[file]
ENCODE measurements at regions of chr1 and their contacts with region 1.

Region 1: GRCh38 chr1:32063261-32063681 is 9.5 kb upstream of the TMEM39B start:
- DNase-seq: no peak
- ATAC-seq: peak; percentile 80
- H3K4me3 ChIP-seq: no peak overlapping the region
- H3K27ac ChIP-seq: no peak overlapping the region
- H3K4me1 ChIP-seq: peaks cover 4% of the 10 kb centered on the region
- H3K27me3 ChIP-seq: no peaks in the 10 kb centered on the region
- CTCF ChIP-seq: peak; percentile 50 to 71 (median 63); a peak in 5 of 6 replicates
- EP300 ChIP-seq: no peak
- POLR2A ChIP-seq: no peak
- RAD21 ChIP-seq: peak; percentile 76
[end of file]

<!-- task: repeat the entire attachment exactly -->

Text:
ENCODE measurements at regions of chr1 and their contacts with region 1.

Region 1: GRCh38 chr1:32063261-32063681 is 9.5 kb upstream of the TMEM39B start:
- DNase-seq: no peak
- ATAC-seq: peak; percentile 80
- H3K4me3 ChIP-seq: no peak overlapping the region
- H3K27ac ChIP-seq: no peak overlapping the region
- H3K4me1 ChIP-seq: peaks cover 4% of the 10 kb centered on the region
- H3K27me3 ChIP-seq: no peaks in the 10 kb centered on the region
- CTCF ChIP-seq: peak; percentile 50 to 71 (median 63); a peak in 5 of 6 replicates
- EP300 ChIP-seq: no peak
- POLR2A ChIP-seq: no peak
- RAD21 ChIP-seq: peak; percentile 76